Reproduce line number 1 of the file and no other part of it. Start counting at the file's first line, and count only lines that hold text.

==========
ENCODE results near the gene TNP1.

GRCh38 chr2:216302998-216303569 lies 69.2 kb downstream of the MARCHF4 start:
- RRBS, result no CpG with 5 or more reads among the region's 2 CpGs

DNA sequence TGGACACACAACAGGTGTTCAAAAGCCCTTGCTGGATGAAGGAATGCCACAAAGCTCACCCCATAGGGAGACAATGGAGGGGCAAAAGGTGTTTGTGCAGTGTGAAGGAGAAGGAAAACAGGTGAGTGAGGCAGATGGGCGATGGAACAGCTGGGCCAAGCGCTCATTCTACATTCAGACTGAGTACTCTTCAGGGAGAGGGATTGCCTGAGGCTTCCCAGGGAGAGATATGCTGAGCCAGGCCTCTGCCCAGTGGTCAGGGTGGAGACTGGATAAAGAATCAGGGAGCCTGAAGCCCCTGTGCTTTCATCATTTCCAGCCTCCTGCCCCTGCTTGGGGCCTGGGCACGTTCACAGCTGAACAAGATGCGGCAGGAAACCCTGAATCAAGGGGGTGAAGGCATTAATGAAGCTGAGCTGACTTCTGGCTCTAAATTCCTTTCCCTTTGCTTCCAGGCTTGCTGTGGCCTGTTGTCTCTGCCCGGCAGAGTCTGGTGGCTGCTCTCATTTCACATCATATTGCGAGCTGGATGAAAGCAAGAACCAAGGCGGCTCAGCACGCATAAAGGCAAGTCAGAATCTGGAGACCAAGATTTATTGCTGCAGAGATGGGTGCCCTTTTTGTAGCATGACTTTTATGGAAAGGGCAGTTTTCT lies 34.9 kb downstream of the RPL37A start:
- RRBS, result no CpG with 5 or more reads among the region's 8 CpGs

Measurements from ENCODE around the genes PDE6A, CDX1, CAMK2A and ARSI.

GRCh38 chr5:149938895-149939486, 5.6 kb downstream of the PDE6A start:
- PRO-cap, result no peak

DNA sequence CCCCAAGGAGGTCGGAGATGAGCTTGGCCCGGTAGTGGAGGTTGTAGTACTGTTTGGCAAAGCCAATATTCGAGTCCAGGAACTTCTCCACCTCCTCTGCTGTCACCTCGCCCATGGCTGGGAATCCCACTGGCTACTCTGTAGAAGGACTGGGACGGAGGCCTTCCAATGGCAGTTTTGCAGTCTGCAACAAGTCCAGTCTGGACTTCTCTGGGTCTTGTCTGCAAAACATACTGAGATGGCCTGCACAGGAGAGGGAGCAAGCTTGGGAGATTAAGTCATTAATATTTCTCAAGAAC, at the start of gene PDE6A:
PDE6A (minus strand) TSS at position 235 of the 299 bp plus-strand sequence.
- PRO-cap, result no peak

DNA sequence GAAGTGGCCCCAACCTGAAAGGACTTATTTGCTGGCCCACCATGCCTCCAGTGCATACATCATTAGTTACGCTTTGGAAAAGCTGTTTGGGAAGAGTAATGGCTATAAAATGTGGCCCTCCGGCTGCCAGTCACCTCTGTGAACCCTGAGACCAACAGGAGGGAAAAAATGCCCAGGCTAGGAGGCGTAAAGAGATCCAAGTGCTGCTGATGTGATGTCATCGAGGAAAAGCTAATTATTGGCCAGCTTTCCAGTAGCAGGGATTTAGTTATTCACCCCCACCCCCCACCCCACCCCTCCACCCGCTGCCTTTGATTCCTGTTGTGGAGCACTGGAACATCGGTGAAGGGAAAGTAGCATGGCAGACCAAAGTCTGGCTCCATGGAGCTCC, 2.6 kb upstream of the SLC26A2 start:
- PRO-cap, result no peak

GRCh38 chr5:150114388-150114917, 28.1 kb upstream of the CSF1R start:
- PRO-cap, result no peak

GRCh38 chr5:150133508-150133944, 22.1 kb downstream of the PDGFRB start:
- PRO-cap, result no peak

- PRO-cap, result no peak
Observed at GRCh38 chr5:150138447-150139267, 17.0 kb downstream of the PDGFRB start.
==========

ENCODE results near the gene TNP1.